Pure Gold Mining (AIM: PUR / TSX.V: PGM)
What a shambles of a story Pure Gold Mining has become, after such a promising start.
A financing at C$0.15 cents per share has dragged down the share price to a new low as the company desperately scrambles to rebuild their treasury. […]
|Pure Gold Mines||AIM: PUR / TSX.V: PGM|
|Stage||Production / development|
|Market cap||C$92 m @ 18.5c|
|Location||Red Lake, Ontario, Canada|
Pure Gold Mining lurching from Disaster to Disaster, Can the Latest Financing stop the rot?
Pure Gold Mining (AIM: PUR / TSX.V: PGM)
What a shambles of a story Pure Gold Mining has become, after such a promising start. I always thought a company with a C$400 million cap prior to production was a bit racy, but what has transpired since to such a promising project beggars belief.
Pure Gold’s mine is located at Red Lake in Ontario, at the top of the Premier League of tier 1 mining jurisdictions. For that reason there were always high expectations for the company.
Pure Gold Mining – Diary of a disaster
Pure Gold – The problems were not apparent early on in news releases – here they are in chronological order
In December 2020, the share price of PGM reached a peak of C$2.58, the mine was going into production, and all looked on track.
On March 3rd 2021, PGM announced the ramp-up was progressing steadily, and commented “performance to date has met or exceeded expectations with respect to underground development and ore production rates, milling performance and gold recovery.“
The following day PGM announced three high grade gold intercepts. So far so good.
At the end of March 2021 PGM announced the mill had achieved design capacity, and also raised “additional liquidity” with Sprott Financial, and the deferral of some cash interest payments until the end of June.
On the 8th April PGM announced a bought deal financing for C$10, million, subsequently upsized to C$17.250,024 all “flow through”, not good news, and maybe a sign that things weren’t going to plan?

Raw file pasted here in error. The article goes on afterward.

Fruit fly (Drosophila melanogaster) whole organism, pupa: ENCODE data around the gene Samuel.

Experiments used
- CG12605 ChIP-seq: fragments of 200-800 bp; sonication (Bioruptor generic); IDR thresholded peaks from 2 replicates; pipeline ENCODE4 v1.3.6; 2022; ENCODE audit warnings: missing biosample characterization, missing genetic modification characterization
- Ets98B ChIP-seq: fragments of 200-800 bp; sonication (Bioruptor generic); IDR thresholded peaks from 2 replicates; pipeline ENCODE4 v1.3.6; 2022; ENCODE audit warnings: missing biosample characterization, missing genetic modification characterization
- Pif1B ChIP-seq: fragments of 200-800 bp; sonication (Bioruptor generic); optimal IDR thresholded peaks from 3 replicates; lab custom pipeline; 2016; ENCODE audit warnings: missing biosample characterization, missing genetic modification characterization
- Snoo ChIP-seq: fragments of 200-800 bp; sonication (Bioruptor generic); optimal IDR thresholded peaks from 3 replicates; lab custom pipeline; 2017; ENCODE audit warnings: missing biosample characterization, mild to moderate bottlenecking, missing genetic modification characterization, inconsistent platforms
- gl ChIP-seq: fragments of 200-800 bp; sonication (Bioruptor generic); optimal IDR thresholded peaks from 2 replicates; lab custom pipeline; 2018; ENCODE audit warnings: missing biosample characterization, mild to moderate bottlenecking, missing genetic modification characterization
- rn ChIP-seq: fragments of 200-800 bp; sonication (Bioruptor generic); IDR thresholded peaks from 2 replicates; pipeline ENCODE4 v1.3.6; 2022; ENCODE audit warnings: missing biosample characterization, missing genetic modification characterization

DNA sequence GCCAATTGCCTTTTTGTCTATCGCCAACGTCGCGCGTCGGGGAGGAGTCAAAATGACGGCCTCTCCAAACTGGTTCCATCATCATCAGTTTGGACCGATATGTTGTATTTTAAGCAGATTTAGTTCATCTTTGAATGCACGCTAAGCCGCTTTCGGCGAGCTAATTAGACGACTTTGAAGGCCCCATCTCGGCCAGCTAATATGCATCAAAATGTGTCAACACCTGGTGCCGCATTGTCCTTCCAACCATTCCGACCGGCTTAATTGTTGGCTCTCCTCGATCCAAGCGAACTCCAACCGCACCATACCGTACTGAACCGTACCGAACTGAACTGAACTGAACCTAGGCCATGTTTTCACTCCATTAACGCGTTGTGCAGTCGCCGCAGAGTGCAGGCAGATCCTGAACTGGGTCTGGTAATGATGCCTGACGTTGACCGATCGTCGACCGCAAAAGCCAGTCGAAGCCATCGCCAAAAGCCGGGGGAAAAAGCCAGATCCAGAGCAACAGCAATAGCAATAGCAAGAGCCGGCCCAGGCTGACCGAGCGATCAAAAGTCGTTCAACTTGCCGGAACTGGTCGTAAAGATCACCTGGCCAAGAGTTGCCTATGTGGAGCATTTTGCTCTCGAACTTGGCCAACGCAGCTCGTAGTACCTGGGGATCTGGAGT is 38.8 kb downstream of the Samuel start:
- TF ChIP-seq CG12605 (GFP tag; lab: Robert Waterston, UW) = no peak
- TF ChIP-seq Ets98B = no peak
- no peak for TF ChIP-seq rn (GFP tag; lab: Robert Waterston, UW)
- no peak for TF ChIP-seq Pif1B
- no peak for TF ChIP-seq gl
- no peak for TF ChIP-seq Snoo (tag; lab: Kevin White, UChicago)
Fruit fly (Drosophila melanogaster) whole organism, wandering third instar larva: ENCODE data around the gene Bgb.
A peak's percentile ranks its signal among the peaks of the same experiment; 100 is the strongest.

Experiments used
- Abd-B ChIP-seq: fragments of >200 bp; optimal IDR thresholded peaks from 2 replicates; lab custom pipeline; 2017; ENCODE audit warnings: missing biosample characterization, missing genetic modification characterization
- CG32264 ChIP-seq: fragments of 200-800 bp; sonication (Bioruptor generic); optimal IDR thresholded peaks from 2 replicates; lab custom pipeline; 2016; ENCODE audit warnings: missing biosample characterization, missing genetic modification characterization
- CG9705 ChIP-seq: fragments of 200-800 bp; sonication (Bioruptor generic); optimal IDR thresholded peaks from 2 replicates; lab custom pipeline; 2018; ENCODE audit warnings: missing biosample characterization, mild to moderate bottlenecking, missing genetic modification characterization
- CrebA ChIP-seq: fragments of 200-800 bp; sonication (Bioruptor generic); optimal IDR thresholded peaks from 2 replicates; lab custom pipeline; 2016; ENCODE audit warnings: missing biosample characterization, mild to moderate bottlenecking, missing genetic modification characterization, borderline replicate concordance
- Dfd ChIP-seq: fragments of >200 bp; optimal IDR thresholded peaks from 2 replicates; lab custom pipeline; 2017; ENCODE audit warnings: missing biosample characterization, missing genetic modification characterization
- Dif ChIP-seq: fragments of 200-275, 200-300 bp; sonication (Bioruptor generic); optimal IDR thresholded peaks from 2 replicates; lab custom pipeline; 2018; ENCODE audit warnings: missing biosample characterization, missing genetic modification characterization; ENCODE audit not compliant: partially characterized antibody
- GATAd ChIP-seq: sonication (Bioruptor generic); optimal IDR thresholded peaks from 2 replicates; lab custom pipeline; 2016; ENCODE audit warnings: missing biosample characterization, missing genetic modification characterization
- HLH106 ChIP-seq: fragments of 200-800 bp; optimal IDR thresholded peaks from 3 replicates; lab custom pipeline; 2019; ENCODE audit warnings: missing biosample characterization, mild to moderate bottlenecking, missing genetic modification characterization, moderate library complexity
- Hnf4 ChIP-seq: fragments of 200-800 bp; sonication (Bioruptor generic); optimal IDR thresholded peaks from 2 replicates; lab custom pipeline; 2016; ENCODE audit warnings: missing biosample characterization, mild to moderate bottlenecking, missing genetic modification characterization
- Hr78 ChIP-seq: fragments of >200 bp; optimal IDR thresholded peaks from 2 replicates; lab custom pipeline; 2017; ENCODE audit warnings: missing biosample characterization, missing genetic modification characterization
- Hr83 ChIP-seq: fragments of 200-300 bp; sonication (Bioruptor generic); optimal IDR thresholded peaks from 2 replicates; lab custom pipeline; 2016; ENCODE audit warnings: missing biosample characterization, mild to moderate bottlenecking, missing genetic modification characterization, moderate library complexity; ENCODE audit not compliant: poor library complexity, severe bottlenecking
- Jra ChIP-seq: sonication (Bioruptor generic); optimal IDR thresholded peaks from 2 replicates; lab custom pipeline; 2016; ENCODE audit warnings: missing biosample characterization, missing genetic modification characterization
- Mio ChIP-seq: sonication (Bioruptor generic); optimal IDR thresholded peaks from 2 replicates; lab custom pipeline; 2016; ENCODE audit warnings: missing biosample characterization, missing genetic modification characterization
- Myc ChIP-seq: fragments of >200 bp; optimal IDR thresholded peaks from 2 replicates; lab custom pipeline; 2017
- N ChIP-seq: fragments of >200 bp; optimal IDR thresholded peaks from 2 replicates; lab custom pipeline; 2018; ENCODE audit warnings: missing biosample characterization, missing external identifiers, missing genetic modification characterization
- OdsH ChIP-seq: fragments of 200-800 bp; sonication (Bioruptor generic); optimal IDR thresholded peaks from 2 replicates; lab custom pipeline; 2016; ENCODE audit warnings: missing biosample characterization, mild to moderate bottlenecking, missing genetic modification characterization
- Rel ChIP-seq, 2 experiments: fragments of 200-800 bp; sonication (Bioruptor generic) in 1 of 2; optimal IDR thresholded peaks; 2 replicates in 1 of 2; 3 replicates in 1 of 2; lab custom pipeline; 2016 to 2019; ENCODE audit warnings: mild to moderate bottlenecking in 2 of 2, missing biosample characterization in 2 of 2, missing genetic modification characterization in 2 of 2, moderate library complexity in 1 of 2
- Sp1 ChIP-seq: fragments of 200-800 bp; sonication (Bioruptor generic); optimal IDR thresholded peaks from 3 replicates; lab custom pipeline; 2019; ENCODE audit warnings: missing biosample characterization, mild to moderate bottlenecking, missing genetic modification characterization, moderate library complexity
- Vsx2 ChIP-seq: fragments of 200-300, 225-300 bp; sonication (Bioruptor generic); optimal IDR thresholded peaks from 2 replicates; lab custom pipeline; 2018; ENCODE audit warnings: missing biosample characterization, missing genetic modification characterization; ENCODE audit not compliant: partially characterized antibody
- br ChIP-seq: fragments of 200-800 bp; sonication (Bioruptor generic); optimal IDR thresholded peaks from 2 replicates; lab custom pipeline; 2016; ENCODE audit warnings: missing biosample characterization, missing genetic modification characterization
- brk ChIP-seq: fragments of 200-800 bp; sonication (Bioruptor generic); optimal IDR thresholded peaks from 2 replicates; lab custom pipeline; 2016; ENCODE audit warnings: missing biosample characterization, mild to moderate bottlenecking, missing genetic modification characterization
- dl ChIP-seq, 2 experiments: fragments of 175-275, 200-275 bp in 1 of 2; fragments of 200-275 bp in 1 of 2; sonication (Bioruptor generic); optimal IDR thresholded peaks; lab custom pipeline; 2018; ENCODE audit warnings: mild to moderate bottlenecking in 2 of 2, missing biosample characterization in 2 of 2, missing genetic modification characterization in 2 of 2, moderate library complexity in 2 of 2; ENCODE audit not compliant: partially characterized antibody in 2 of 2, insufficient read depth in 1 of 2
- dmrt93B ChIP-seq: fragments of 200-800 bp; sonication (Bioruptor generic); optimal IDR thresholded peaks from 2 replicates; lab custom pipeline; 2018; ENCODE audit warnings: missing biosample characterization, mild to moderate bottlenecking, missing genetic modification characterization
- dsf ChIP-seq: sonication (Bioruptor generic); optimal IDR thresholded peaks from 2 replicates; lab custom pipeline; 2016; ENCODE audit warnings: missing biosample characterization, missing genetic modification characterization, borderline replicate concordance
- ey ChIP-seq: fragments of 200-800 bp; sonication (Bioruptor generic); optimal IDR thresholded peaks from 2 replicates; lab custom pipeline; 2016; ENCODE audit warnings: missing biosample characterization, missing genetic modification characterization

May saw a “final stages of ramp up” news release, followed by a “milestone Q2“, in July, and a Declaration of Commercial Production on August 3rd.
So, up until this point everything looked rosy, apart from the flow through financing, but many miners raise during production startup taking advantage of price strength to put some cash into the treasury in case of future need, and that makes sense.
Apart from a falling shareprice (And PGM was overvalued for a while in my opinion) there were no announcements that acknowledged any issues or problems at the mine.
On September 8th PGM announced a bought deal for C$20,000,400, closed on the 28th September for C$23 million.
On October 5th PGM announced a C$3.45 non brokered financing, which closed on October 15th.
On October 27th, PGN released Q3 results, which looked good as everything was ramping up, and mill upgrades has been completed. There was also a leadership change, with the experienced turnaround specialist Maryse Bélanger as Mine General Manager, effective immediately. This was a clear sign there were problems, but management had taken decisive action to bring in an experienced manager.
On October 28th high grade gold drill intercept news was released.